4. Compile all of your results in a table or chart. If you have trouble understanding what you did, feel free to step back and think of another way to display this information.

5. Describe your results in words, showing how they relate to the problem stated in the introduction of the paper.

Here is an Example of a Results Section:

Results Section

The first part of the experiment tested what temperature was needed to allow the maximum amount of light to pass through a plant leaf.

The dependent variable in this experiment is transmittance, which was measured using an instrument called a spectrometer.

The independent variables were temperature and wavelength of light that was used, both controlled by placing them into one of three different heat lamps.

After various trials, it was found that the maximum transmittance of red light occurred at a temperature between 40 and 50 degrees Celsius, as shown in Figure 1 below.

This is because at approximately 40 degrees Celsius, there is a visible change in pigment colors within the leaf visible to the naked eye. The peak visible wavelength for this change in pigment color is approximately 663 nanometers, corresponding to red light.

Fig 1: Transmittance of Red Light over Time at Various Temperatures (Just an Example)

The second part of the experiment tested what wavelength caused the maximum transmittance through a plant leaf and how this relates to photosynthesis.

The dependent variable for this part of the experiment was transmittance, as in the first part.

The independent variables were wavelength and temperature, controlled by placing them into three different heat lamps.

After each trial, transmittance measurements were taken using a spectrometer for various wavelengths of light and temperatures.

As expected from the first part of the experiment, transmittance peaked at a wavelength corresponding to red light for this particular set of conditions.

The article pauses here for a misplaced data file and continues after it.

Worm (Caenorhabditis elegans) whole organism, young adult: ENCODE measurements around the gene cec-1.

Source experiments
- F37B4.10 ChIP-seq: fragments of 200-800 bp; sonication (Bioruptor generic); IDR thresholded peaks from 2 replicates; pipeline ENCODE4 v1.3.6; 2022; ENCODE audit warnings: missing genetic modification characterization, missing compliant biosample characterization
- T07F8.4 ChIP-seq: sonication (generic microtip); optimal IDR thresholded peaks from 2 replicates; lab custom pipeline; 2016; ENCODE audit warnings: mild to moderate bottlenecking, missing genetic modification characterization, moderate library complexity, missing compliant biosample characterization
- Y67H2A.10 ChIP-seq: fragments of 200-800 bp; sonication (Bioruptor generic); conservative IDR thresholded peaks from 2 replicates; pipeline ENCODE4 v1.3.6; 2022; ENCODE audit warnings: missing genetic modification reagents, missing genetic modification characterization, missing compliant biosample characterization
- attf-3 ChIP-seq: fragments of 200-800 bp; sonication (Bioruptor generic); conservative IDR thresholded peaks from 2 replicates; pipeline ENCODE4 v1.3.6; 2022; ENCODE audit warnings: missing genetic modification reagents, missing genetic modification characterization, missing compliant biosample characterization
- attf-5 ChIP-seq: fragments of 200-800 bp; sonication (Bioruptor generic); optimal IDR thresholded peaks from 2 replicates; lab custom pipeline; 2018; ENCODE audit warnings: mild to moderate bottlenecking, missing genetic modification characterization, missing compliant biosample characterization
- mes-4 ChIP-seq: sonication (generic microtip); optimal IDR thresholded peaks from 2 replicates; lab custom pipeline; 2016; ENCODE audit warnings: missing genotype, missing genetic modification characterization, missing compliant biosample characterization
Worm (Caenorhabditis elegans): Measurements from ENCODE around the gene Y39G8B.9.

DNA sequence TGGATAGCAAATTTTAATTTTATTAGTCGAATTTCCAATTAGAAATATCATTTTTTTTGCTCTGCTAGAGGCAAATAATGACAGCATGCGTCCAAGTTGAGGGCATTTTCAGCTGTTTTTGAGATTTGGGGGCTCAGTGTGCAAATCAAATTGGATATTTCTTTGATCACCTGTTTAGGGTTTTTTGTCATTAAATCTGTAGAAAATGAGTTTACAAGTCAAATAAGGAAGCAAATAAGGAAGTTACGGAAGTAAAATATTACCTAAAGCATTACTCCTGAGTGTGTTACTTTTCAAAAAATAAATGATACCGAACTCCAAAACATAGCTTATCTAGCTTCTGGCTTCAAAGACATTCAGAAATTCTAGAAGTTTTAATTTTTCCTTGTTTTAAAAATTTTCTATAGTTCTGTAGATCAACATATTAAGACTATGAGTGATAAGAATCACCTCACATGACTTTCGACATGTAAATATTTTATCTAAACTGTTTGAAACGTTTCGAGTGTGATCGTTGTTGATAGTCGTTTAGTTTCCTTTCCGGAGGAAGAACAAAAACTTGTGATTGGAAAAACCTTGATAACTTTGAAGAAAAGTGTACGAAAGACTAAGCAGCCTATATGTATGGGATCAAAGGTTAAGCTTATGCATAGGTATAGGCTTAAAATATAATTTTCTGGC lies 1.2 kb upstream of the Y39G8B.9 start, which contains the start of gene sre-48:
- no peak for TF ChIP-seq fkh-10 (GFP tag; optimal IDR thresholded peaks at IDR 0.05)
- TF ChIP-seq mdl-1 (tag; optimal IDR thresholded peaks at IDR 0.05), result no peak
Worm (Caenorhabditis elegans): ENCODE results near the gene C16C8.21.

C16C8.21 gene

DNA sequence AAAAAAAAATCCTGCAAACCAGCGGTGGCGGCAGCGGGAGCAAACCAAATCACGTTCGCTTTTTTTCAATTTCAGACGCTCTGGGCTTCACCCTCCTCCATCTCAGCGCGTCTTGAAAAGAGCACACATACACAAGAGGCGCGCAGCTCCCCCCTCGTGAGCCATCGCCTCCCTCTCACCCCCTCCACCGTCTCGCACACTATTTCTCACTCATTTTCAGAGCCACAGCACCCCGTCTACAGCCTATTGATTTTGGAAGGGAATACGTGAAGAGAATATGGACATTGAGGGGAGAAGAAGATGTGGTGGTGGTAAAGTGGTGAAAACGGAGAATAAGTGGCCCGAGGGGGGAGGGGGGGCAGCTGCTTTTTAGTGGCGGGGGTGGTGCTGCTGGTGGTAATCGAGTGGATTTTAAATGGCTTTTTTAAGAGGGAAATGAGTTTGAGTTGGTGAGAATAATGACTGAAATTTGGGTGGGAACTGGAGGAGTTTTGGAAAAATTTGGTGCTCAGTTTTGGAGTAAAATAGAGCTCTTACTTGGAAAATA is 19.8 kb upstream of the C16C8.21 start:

However, it was found that there was a secondary peak in transmittance at 600 nanometers for this temperature and wavelength combination, shown in Figure 2 below.

Fig 2: Transmittance of Various Wavelengths over Time at a Particular Temperature (Just an example)

The third part of the experiment tested what wavelength caused maximum transmittance and how this relates to cellular respiration.

The dependent variable in this experiment was transmittance, as it has been in the previous two parts.

The independent variables were wavelength and gas mixture, both controlled by placing them into one of three different gas containers.

After each trial, transmittance measurements were taken using a spectrometer for various wavelengths and gas mixtures.

As expected from the first two parts of the experiment, it was found that red light had the maximum transmittance at the tested temperature and wavelength combination.

However, red-light no longer had the highest transmittance when oxygen was removed from the gas mixture and replaced with carbon dioxide.

In fact, when there was no oxygen in the environment, wavelengths between 575 and 630 showed a higher maximum in transmittance than red light. This is shown in Figure 3 below.